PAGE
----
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22 March 2021 General
Containerschip

Global trade in goods, which was hit hard at the beginning of the COVID-19 pandemic, has now recovered. The recovery is much faster than during the 2008-2009 financial crisis. Global trade in goods has proved resilient and is currently contributing to the global recovery from the COVID-19 crisis. This shows once again that governments must exercise restraint in intervening in international production chains in response to the current crisis.

Goods trade has recovered faster than during the financial crisis

In March and April 2020, global trade in goods was dealt an abrupt blow by global measures to contain the spread of COVID-19, such as restrictions on the movement of people and goods. As a result, global trade volume in goods fell by 12.1% in the second quarter of 2020 compared with the first quarter. Set against the 2008-2009 financial crisis, however, global trade declined less sharply in the first half of 2020 and rebounded earlier and more vigorously (see Figure 1). Even following the resurgence of the virus in many parts of the world in October and November 2020, trade in goods continued to grow. As a result, the global goods trade volume in November 2020 was more than 1% above its pre-crisis level of 31 December 2019. During the financial crisis, it took over two years for trade in goods to return to pre-crisis levels. Global trade in services, which is largely made up of international tourism, is expected to take significantly longer to return to levels seen before the crisis. This is because its recovery largely depends on the extent to which the spread of the virus is contained.

World trade shocks compared

Source: CPB Netherlands Bureau for Economic Policy Analysis and DNB’s own calculations

Goods trade more resilient than previously assumed

The rapid and robust recovery of trade in goods has shown that it is more resilient than was expected at the beginning of the pandemic. For example, in its most positive scenario of March 2020, the World Trade Organization (WTO) forecast that trade in goods would not return to pre-crisis levels until approximately the end of 2021. In contrast to world trade, global output (GDP) declined more sharply in the first half of 2020 than the WTO expected at the beginning of the pandemic, with the decline also being more pronounced than during the financial crisis. According to the latest WTO outlook, world trade volumes will fall only twice as much as global GDP in 2020, rather than six times as much as in the case of the financial crisis.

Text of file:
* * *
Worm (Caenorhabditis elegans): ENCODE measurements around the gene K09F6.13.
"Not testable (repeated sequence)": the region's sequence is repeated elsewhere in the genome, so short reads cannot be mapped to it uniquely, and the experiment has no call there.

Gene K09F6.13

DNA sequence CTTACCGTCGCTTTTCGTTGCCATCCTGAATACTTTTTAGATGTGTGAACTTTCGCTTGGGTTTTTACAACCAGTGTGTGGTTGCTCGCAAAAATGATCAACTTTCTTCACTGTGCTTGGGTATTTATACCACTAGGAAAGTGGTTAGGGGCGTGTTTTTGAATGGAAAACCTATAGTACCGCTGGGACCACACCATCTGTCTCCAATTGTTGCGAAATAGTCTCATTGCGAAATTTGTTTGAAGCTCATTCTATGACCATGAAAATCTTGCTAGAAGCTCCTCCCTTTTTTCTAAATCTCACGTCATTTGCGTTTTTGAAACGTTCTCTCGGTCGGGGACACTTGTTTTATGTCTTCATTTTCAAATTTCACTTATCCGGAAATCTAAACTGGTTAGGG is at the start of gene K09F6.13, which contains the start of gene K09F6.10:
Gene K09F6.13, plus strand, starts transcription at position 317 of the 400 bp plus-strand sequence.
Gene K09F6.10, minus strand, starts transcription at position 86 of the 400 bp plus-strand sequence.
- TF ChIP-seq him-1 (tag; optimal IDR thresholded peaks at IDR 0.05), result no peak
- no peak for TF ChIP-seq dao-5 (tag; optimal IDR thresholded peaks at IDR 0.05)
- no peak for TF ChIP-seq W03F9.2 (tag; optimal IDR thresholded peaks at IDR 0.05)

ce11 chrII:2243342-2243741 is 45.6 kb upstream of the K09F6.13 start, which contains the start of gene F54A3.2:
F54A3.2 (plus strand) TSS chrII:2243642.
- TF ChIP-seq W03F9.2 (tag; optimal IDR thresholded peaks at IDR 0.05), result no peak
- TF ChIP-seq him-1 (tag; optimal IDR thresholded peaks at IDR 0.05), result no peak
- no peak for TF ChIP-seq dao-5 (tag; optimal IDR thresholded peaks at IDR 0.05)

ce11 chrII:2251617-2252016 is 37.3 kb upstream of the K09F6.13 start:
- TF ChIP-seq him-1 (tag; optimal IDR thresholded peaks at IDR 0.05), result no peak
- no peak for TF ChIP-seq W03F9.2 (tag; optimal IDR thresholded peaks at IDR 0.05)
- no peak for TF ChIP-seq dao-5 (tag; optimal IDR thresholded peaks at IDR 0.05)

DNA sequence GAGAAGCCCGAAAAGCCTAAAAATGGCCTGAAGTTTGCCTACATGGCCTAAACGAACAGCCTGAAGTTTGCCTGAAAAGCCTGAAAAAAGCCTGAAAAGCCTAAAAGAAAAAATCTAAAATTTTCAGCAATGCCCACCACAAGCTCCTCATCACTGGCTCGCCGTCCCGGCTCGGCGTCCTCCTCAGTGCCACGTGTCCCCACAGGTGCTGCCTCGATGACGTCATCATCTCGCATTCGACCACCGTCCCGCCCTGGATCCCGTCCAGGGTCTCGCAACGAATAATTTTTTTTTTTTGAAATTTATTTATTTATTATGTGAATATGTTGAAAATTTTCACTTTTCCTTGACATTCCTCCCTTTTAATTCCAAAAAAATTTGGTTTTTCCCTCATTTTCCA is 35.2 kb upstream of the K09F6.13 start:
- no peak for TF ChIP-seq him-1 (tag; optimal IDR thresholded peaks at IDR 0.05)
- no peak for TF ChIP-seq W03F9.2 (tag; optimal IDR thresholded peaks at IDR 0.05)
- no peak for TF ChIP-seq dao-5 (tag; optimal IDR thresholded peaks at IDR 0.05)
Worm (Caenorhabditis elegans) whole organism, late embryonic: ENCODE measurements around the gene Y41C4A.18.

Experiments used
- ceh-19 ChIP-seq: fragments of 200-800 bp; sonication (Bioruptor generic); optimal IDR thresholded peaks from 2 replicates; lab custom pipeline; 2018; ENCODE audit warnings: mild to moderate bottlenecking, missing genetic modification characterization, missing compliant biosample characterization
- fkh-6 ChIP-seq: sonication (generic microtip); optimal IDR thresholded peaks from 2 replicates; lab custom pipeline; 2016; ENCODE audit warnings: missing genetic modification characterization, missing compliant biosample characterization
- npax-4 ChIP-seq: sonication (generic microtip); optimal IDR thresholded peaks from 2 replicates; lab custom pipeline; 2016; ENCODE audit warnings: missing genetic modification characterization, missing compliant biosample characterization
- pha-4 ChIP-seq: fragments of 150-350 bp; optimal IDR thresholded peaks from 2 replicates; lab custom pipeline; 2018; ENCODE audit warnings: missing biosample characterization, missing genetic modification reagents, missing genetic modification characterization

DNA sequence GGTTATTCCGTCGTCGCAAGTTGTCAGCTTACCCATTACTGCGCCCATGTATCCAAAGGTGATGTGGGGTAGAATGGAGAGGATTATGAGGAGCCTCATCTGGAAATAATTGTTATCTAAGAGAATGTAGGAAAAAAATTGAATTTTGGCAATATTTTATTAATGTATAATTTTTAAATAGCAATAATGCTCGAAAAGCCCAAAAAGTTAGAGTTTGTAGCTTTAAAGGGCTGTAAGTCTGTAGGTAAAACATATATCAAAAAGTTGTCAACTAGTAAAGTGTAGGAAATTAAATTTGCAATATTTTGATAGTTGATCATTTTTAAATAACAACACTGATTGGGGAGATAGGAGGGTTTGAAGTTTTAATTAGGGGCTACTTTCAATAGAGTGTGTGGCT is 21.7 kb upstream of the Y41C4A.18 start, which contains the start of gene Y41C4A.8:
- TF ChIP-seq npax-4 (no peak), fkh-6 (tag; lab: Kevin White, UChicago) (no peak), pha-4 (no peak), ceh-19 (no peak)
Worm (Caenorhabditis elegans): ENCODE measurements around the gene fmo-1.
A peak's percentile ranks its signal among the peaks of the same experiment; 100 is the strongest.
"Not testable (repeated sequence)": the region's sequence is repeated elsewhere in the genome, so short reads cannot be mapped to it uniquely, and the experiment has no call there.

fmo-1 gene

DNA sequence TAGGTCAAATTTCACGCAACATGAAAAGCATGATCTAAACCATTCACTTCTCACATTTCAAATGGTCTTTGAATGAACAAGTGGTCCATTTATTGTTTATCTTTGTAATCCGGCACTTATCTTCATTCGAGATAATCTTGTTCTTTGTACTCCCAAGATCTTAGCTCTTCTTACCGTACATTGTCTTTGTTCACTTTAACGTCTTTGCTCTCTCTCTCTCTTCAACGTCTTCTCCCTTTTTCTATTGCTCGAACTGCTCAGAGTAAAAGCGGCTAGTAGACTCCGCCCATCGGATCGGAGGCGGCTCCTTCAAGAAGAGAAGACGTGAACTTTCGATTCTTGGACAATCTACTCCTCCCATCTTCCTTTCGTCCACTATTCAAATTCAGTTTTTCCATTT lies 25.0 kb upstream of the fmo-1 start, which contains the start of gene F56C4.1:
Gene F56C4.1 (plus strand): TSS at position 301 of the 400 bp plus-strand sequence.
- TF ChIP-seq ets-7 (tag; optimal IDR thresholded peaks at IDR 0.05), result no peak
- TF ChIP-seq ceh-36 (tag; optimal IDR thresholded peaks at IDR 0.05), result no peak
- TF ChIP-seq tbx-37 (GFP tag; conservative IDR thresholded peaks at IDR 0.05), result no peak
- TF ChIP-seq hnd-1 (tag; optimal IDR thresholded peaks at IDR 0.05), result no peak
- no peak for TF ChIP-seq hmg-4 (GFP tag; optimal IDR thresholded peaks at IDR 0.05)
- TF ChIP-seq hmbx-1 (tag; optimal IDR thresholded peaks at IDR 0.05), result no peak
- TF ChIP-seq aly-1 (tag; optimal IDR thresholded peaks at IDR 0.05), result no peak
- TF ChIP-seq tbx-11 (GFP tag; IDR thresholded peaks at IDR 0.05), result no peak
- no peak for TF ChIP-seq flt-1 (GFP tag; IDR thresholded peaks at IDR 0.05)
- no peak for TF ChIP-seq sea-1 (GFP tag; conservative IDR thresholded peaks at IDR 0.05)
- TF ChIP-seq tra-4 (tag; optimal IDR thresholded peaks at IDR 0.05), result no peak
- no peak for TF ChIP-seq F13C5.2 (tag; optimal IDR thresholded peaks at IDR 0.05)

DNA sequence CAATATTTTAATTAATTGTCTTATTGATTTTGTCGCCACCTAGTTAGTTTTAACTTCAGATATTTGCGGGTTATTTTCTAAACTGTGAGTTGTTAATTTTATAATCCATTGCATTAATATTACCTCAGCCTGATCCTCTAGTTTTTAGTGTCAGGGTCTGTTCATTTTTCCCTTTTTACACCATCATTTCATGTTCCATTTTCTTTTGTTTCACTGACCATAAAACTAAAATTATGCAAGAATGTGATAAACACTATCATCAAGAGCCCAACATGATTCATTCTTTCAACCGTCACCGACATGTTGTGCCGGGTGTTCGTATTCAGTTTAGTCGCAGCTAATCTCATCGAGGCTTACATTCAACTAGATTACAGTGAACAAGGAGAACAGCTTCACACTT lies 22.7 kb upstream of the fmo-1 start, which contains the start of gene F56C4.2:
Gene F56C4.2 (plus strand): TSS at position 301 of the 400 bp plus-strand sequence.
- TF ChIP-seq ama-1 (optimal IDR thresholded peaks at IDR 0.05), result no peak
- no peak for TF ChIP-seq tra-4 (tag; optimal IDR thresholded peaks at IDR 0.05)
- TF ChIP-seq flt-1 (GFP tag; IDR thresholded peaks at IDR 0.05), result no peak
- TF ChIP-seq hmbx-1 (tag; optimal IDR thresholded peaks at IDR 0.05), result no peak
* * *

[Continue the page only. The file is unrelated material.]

Capacity of international companies to adapt appears to have been significant 

The above differences are partly explained by the nature of the current crisis, and the policies pursued to combat it. Initially, restrictions on the movement of people and goods caused disruptions in international supply chains. In addition to this supply shock, world trade suffered from a fall in global demand, as consumer spending fell on the back of containment measures or concerns of becoming infected. These containment measures have a greater impact on less trade-intensive services sectors, such as the hotel and catering industry, than on trade-intensive sectors, such as manufacturing. Industrial production has recovered strongly since May last year, partly as a result of generous government income support worldwide and the accommodative policies of central banks. During the 2008-2009 financial crisis, the manufacturing industry took longer to recover. The ultimate speed and degree of recovery of goods trade depends on the pace at which companies operating internationally can resume production and distribution of goods following previous or existing (supply) restrictions. Thus, based on the rapid recovery of trade in goods, most of the companies operating in cross-border supply chains showed resilience to such restrictions.

Caution needed when intervening in supply chains

The outbreak of the pandemic hit world trade hard. In some cases, this even created shortages of (essential) goods. This triggered a policy debate to make international trade more resilient to shocks, including measures to reshore entire production processes or parts thereof. Even today, the coronavirus crisis still causes occasional distortions in supply chains from time to time. However, trade in goods and their related supply chains have proved to be more resilient than anticipated at the outset of the pandemic. This trade has even played an important role in meeting demand for COVID-19-related medical supplies and is currently contributing to the global recovery from the coronavirus crisis. While for some key products public intervention may be desirable in order to ensure security of supply, these developments again underscore the need for caution in government interventions in supply chains in response to the current crisis.